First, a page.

The Charlie Gard case: UK High Court rules against experimental medical treatment for a terminally ill child

Great Ormond Street Hospital v Yates [2017] EWHC 1909 (Fam) (24 July 2017)


In a high-profile dispute between the parents of a terminally ill child and doctors at the Great Ormond Street Hospital over the child’s course of treatment, the UK High Court found that the best interests of the child require that he not be given experimental medical treatment and instead be taken off life support.


Charlie Gard was born with an extremely rare medical condition called mitochondrial DNA depletion syndrome (MDDS). The condition caused severe physical and cognitive debilitation. As a result, Charlie suffered from congenital deafness, severe epilepsy, and could not move his arms or legs or breathe without the assistance of a ventilator.  Charlie’s parents and doctors agreed that his prognosis was so dire that life support should be withdrawn unless treatment were available.

Before Charlie's life support was withdrawn, Charlie’s parents became aware of an experimental treatment, called “nucleoside treatment”. Nucleoside treatment had been successfully used to alleviate the condition of those suffering from a different, less severe form of MDDS which only affects the muscles. However, Charlie’s condition also affected his brain, and at this stage nucleoside treatment had not yet been tested on laboratory animals suffering from Charlie’s form of MDDS, let alone humans. There was no evidence to suggest that nucleoside treatment would have any effect on Charlie’s condition. And if it did, the treatment would not be able to cure Charlie’s condition, only halt any further muscle or cognitive debilitation.

Despite the limited prospects of success, Charlie’s parents had been in correspondence with a doctor in the US, Dr Hirano, who suggested that nucleoside treatment was of possible benefit to Charlie’s condition and that it was reasonable to attempt the treatment given Charlie’s dire prognosis.

Before a decision could be made about whether to proceed with the treatment, Charlie suffered a series of severe seizures and his cognitive condition seriously deteriorated. His doctors at the hospital agreed that as a result of the brain damage that Charlie had suffered, nucleoside treatment was almost entirely futile. Although it was unclear whether Charlie could feel pain, the medical team believed that the possibility of prolonged suffering outweighed the miniscule chance of benefit from the treatment. Charlie’s medical team advocated for him to be withdrawn from life support and allowed to “die with dignity”.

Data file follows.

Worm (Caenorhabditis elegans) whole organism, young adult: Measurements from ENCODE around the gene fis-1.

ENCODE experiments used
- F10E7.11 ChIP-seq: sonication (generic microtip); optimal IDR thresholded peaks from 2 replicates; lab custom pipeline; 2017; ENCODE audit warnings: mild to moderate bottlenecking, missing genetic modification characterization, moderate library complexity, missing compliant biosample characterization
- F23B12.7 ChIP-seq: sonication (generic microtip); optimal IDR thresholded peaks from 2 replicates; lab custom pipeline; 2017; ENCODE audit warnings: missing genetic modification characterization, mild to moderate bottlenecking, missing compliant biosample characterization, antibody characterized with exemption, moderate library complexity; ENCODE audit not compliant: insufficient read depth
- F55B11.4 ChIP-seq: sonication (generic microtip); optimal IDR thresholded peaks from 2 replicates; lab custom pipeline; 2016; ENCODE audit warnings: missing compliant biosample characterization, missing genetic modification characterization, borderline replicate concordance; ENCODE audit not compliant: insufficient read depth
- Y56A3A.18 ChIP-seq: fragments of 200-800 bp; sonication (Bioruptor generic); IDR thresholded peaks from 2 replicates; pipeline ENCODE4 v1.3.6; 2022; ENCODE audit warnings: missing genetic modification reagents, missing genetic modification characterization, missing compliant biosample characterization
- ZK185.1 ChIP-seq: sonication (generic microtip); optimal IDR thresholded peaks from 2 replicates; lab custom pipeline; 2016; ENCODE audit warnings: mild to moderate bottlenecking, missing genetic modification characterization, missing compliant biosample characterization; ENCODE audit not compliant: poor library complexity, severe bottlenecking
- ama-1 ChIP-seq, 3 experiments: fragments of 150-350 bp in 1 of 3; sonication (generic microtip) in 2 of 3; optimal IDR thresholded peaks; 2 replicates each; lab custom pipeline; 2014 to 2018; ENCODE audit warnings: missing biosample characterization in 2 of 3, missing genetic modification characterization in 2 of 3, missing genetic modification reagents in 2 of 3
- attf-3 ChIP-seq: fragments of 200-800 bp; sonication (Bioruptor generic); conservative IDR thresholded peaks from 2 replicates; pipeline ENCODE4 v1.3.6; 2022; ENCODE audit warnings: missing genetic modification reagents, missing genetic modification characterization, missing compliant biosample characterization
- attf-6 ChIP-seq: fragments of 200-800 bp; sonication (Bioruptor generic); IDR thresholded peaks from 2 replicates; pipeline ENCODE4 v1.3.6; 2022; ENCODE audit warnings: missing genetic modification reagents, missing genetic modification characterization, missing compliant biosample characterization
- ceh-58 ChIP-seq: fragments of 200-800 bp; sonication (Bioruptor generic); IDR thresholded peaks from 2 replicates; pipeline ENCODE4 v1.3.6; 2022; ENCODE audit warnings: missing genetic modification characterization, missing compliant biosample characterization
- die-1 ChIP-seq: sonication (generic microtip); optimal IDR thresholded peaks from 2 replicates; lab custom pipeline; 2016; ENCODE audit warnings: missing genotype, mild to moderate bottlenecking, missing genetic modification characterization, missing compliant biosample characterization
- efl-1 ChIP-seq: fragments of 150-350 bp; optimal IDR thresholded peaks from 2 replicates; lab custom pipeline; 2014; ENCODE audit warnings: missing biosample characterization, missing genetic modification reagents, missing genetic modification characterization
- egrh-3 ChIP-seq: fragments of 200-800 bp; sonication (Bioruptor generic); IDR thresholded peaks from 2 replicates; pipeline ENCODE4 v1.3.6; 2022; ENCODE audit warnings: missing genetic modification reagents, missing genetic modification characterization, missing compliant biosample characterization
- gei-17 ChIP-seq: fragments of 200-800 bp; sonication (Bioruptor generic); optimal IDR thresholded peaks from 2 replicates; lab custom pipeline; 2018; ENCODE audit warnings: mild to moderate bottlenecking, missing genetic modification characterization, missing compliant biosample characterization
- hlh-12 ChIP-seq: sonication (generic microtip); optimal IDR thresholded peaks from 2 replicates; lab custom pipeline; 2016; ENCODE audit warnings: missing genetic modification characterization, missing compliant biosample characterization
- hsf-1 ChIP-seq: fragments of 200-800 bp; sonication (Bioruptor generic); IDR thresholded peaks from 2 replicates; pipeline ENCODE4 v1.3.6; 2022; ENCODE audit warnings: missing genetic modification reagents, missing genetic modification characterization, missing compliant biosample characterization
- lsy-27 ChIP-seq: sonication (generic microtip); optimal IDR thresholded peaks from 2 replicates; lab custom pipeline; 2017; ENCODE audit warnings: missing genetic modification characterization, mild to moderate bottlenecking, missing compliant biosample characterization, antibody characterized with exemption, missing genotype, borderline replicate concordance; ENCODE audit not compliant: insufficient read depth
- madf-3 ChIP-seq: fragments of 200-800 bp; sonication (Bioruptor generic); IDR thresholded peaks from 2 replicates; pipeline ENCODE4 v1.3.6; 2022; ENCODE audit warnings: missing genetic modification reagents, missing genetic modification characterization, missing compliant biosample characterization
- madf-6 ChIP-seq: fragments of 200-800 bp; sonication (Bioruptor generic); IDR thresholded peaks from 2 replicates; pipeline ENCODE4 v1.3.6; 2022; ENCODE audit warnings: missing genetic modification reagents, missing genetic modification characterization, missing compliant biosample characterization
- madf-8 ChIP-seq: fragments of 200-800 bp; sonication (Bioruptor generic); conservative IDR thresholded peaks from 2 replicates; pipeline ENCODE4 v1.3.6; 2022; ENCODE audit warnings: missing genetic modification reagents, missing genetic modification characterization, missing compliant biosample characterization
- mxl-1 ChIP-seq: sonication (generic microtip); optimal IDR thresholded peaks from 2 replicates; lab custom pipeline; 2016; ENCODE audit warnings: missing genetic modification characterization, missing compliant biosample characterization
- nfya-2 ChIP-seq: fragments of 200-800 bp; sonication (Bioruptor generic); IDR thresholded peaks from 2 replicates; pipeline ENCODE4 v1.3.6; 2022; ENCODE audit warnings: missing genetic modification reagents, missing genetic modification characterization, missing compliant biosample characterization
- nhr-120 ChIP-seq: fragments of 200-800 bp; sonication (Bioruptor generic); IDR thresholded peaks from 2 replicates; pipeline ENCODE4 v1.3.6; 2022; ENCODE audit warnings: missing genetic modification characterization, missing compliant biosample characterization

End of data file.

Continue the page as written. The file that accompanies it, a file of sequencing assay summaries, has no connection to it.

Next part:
Charlie’s parents did not believe that Charlie’s condition was as extreme as his doctors maintained, and were of the view that he should be offered nucleoside treatment. Charlie’s mother was adamant that Charlie had a clear sleep/wake cycle, contrary to the opinion of his doctors, and cited this as evidence that Charlie’s cognitive deterioration was not so far advanced that treatment would be of no benefit.

Since Charlie’s parents and the hospital were at odds as to Charlie's treatment and care, the hospital referred the matter to the UK High Court.


Great Ormond Street Hospital v Yates is the final decision in a series of litigation in UK courts, and the European Court of Human Rights, concerning Charlie Gard and the dispute between the clinicians at Royal Ormond Street Hospital and Charlie’s parents as to what treatment and care was in Charlie’s best interests. At every stage, the courts agreed with the hospital that the withdrawal of treatment was in Charlie’s best interests.

Under UK law parents with parental responsibility have the power to give consent for their child to undergo medical treatment if their child lacks the capacity to consent. This is the same under Australian law. However, a court has the power to override parental consent in the exercise of its independent and objective judgment in the child’s best interests.

At first instance, Justice Francis of the High Court held that although there is a strong presumption that a child’s best interests require the preservation of life, it was rebutted in Charlie’s case: the medical consensus was that Charlie’s quality of life was not one that should be sustained without hope of improvement. Justice Francis found in favour of the hospital, observing that there was a consensus from all of the consultants and doctors who had examined Charlie that nucleoside treatment was futile, and that it would not be in Charlie’s best interests to receive such treatment.